Yayasan Tambuhak Sinta, a locally-based foundation, was responsible for the successful implementation of the Global Mercury Project in Central Kalimantan. As a result of the project, atmospheric emissions of mercury were drastically reduced. Those responsible for burning mercury amalgam cut their emissions by 75% using simple technology. The water-box condensor systems that were supplied to gold shops by the Yayasan capture a total of 75kg of mercury each month. This mercury would previously have been emitted into the atmosphere of the town of Kereng Pangi. Now, it is captured and recycled instead, by the gold shop operators themselves.

The Global Mercury Project (GMP) was sponsored since August 2002 by the Global Environment Facility (GEF), with the United Nations Development Program (UNDP) as the Implementing Agency and the United Nations Industrial Development Organization (UNIDO) as the Executing Agency. Locations for implementation of the GMP were selected on key trans-boundary river/lake basins in Brazil, Indonesia, Lao PDR, Sudan, Tanzania, and Zimbabwe.

In Central Kalimantan, the gold town of Kereng Pangi was identified by the Government of Indonesia and UNIDO as a regional hotspot for mercury release. Around 5,000 people inhabit the surrounding goldfields in which artisanal miners produce over two tons of gold per annum. This small-scale, land-based mining activity has reduced the landscape of the study area to desert over an area of 200 square kilometers, through the removal of forests and topsoils.

The landscape of the study area as seen from the air.

Yayasan Tambuhak Sinta, a not-for-profit foundation working in community development, was chosen to implement a nine-month education and awareness program in the town and the surrounding goldfields.

Between June 2006 and February 2007, YTS developed and implemented an investigation into behavior surrounding mercury release, a comprehensive media campaign, a program of mobile demonstrations in the goldfields, a training and a wrap-up workshop, and a series of technological experimentations and interventions in urban gold shops that release mercury fumes into the atmosphere.

A line of dredges work the bedload of a river.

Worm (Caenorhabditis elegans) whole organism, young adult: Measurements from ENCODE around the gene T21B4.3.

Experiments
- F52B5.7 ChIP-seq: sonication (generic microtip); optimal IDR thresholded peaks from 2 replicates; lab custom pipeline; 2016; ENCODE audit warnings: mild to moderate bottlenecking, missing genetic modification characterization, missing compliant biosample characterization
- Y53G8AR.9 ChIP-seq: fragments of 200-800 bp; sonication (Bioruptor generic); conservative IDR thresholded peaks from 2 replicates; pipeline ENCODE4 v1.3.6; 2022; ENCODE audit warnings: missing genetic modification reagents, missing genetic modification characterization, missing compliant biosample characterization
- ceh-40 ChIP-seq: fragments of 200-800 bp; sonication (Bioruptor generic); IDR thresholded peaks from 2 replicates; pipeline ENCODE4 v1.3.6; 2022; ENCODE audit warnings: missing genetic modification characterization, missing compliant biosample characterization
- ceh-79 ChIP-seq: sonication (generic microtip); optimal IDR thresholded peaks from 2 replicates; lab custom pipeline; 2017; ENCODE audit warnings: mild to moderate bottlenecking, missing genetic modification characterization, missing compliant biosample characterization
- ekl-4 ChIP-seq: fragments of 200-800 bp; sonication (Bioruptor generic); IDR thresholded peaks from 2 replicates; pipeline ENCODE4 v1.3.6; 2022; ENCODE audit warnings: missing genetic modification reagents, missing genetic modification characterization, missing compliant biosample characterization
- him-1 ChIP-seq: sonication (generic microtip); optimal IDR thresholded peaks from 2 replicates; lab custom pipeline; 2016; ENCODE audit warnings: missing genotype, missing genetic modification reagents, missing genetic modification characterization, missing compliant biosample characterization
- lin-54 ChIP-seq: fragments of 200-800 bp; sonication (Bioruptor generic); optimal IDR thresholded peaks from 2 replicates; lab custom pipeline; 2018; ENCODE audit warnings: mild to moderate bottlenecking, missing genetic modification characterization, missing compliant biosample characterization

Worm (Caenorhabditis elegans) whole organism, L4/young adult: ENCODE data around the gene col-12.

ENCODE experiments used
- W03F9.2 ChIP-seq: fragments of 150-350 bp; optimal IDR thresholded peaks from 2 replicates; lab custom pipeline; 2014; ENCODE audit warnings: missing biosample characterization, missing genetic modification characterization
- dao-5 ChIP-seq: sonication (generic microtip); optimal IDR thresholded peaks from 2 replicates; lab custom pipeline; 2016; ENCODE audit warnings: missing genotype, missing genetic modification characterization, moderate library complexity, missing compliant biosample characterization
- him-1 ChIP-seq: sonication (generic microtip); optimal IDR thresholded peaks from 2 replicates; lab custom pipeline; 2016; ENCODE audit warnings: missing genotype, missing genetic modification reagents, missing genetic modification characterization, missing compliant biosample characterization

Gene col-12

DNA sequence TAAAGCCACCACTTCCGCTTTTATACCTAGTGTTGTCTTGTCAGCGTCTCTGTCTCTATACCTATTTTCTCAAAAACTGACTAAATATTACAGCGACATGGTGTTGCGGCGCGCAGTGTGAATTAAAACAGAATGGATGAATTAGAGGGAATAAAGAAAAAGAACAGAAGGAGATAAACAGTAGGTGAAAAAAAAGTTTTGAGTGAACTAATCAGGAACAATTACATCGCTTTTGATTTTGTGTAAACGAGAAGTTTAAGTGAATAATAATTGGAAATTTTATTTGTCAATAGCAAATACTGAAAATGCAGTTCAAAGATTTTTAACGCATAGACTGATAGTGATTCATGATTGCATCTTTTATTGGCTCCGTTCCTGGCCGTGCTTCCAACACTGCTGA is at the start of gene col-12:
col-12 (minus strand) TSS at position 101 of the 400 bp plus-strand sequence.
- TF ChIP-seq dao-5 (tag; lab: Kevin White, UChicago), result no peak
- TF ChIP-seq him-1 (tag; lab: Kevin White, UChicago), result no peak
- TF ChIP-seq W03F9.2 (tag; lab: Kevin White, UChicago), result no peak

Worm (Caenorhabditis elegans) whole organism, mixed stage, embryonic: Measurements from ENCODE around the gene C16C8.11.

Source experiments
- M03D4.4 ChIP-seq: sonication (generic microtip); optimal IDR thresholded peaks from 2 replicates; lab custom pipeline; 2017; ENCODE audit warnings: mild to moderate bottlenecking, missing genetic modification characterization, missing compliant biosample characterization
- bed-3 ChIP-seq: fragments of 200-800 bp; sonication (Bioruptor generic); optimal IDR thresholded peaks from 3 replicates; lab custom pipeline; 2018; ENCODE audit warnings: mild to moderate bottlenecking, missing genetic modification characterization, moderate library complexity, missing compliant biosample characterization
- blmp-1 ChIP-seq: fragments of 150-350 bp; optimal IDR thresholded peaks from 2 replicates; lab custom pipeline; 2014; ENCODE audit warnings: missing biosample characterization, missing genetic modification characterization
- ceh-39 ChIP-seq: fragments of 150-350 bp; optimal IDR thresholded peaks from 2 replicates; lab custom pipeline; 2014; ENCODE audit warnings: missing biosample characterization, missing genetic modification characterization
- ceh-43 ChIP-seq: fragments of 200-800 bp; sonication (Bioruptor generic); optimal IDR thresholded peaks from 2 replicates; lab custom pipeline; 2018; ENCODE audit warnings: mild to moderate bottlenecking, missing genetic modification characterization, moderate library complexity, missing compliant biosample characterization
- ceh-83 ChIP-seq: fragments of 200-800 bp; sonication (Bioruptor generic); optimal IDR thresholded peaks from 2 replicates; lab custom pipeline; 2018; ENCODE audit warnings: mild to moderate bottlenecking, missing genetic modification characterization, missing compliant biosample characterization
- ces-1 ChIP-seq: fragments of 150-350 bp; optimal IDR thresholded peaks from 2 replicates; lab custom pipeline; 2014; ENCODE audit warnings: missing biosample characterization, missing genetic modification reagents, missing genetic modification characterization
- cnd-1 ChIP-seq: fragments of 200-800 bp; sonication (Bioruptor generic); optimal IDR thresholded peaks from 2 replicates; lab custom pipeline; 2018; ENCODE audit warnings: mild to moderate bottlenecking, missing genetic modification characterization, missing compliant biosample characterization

Kalimantan is a land of many rivers, and these have traditionally been a source of gold. Riverbanks are the domain of the indigenous dayak community whose scale of operations has increased recently through the use of floating dredges. This artisanal mining activity is now also spreading to inland regions causing widespread environmental destruction.

Tropical forest surrounds a typical mining camp set amidst open excavation pits.

It is a poverty-driven activity that provides a unique opportunity for workers from Java and Banjarmasin to make sufficient income to generate savings. As a result, about 5,000 immigrant miners are attracted to the goldfields of Galangan every year, 40% of whom are unmarried young adults or teenagers. Using hydraulic monitors, slurry pumps and carpeted sluices to excavate alluvial soils, they produce two tonnes of gold each year.

A young miner at day’s end.

In addition to this transient population, there are 9,500 permanent residents in the town of Kereng Pangi, including an indigenous Dayak population that inhabits the riverside. The somewhat segregated community reflects the fact that the dayak community has traditionally inhabited the riverbanks, and this pattern of distribution remains today.

Training in the river miner community was provided in the local dayak dialect.

A vegetable market in the centre of town is surrounded by gold shops that emit mercury fumes.

The primary causes of health impacts from mercury contamination are: inhalation of mercury vapour; direct contact with mercury; and consumption of contaminated food. However, as 90% of miners remain in the field for less than one year, the high replacement rate often masks the appearance of symptoms among the mining population.

Mercury is hand-mixed with concentrate.

Each year, one and a half tonnes of mercury is combusted and released to the urban atmosphere by the amalgam-burning activities of 35 gold shops alone. These fumes spread from the centre of the town, contaminating everything within a 2km radius.

Miner’s families frequently reside in the field.

Exposure of urban residents in the township is reflected in raised mercury levels in urine samples. Among a sample group of amalgam burners, 59% were diagnosed with mercury intoxication and demonstrated signs of damaged central and peripheral nervous systems.